The Shakespeare Conference: SHK 17.0242 Tuesday, 28 March 2006
Date: Tuesday, 28 Mar 2006 17:06:17 -0500
Subject: 17.0227 Chettle, Greene, Shake-scene
Comment: Re: SHK 17.0227 Chettle, Greene, Shake-scene
I wholly agree with Jeffrey Jordan's take on Chettle's apology to
Marlowe, but that has nothing to do with his apology to the second
playwright, whom I continue to believe quite firmly was Shakespeare.
The main reason I think Chettle was probably apologizing to Marlowe and
Shakespeare, as I've said, is that they were the two playwrights most
insulted. There's no reason Chettle should have gone into detail about
exactly what he was apologizing to either for. In fact, it would have
been impolite--for putting the insults into circulation again. Moreover,
these kinds of texts back then (my impression is) were almost always
indirect. Like the Groatsworth.
As I argue in my Internet essay, Chettle DID refer near-directly to what
Greene said about Shakespeare, pretty much apologizing for each insult
The idea that Shakespeare would not have cared what Greene said about
him doesn't make sense to me. His sonnets certainly whine a lot about
loss of reputation, etc. Why would he not care that someone called him
cruel, conceited and incompetent, and denigrated his vocation, acting?
More important, Greene was warning playwrights to have nothing to do
with him and his fellow actors. But Shakespeare and his fellow actors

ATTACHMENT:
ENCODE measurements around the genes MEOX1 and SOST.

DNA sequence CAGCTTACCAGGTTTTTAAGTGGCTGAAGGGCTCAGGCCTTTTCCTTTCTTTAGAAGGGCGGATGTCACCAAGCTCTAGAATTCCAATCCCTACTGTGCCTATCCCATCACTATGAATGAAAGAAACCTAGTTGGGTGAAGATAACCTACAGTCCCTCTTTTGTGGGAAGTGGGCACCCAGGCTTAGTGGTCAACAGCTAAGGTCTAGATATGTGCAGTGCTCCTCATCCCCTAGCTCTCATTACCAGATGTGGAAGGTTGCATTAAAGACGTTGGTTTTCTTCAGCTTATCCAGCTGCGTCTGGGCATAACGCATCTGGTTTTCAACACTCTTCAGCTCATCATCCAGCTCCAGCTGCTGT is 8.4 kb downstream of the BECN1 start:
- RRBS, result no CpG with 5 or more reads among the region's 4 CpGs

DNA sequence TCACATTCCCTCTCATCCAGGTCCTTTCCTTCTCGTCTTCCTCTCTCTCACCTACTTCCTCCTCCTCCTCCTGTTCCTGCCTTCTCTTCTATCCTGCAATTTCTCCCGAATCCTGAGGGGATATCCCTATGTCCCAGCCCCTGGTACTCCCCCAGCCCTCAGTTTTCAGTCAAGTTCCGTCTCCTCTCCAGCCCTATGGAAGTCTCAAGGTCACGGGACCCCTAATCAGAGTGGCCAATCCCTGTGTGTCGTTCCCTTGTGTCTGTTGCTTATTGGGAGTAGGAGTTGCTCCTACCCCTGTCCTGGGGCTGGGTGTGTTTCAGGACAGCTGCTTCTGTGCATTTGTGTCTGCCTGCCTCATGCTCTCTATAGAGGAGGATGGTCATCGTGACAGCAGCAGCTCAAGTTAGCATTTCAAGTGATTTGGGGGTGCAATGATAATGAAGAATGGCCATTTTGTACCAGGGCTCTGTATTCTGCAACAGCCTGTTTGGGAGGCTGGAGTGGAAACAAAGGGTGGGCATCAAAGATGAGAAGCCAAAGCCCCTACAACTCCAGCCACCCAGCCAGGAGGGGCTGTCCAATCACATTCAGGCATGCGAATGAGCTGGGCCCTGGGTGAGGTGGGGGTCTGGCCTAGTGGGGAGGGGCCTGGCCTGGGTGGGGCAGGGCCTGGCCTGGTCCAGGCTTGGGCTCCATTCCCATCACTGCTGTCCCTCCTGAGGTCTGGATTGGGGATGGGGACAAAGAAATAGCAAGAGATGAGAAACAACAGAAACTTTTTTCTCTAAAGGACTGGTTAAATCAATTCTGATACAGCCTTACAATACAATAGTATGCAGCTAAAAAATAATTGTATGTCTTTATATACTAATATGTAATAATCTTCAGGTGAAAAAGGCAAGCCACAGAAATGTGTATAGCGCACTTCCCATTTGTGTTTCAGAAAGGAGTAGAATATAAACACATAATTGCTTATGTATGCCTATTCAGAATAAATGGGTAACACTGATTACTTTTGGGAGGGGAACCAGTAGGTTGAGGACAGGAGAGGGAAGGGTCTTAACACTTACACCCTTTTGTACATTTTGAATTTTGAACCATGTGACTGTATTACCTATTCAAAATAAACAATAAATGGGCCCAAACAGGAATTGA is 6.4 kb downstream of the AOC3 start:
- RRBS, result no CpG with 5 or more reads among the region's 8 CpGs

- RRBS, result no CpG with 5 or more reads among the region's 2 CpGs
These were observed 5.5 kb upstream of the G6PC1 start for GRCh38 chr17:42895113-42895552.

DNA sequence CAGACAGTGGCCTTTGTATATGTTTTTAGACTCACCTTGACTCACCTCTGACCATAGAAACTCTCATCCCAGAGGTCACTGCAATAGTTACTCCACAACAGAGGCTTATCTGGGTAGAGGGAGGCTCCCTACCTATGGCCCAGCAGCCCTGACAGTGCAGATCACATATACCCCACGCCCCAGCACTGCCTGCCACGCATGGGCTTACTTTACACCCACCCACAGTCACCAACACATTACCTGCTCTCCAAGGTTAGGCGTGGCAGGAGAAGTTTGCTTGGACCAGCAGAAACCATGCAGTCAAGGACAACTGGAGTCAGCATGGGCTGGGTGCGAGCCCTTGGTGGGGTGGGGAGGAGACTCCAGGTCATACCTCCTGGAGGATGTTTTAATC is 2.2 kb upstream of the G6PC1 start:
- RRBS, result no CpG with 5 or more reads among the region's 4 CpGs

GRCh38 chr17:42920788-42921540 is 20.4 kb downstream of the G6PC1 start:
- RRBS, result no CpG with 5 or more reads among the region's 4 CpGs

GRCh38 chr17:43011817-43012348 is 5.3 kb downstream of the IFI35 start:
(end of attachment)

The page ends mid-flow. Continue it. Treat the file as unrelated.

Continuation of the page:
depended on those playwrights, so Shakespeare would likely have wanted
to stay in their good graces--as he wouldn't if they took Greene's word
that he'd stiff them the first chance he got.
As for Lyly, he would seem to have been insulted much less than the
others, if Greene was referring to him, at all--and he wasn't of the
quality, nor--if "quality" is not taken to refer to acting--would
Chettle have likely thought him excellent in something he professed
besides writing. I would add, that Lyly had been around a long time, so
it would seem odd to me that Chettle didn't know him. Surely, even if he
hadn't known him personally, he wouldn't have had to be told by "divers
of worship" that he was an upstanding fellow, considering Lyly's
>But in 1592, when Groats-worth appeared in print,
>there was nothing at all in print with the name
>"Shakespeare" on it. Venus and Adonis hadn't even
>been published yet. Those who argue for the second
>person, who visited Chettle, being Shakespeare, are
>arguing an anachronism. Shakespeare wasn't in print
>yet. He was not the big deal at that time, that he later
>became. He was just another working stiff at the
>theater, just becoming successful.
Nothing with Shakespeare's name on it? I don't understand what that has
to do with it. Why would that keep him from being offended? Or keep
Chettle from apologizing to him if he let Chettle know he was offended?
>There's no reason to think Chettle's prefatory
>comments in Kind-hearts are "rushed." Look at what it
>actually says: "... hath beene a custome Gentle men (in
>my mind commendable) among former Authors (whose
>workes are no lesse beautified with eloquente phrase," etc.
>And so on. Nobody who's rushed writes all that out by
>hand. Your characterization can't be correct.
Read my essay. Chettle's preface is full of sloppy grammar and illogic,
at least that part of it concerning the two offended playwrights. I'm
saying he wrote that part without thinking about such trivial details as
whether or not, strictly speaking, the Groatsworth was addressed to the
Crow. (Is the Chettle preface on the Internet somewhere, by the way? I
don't have a copy of the whole of it.)
Glad you agree with me about the authorship of the Groatsworth.
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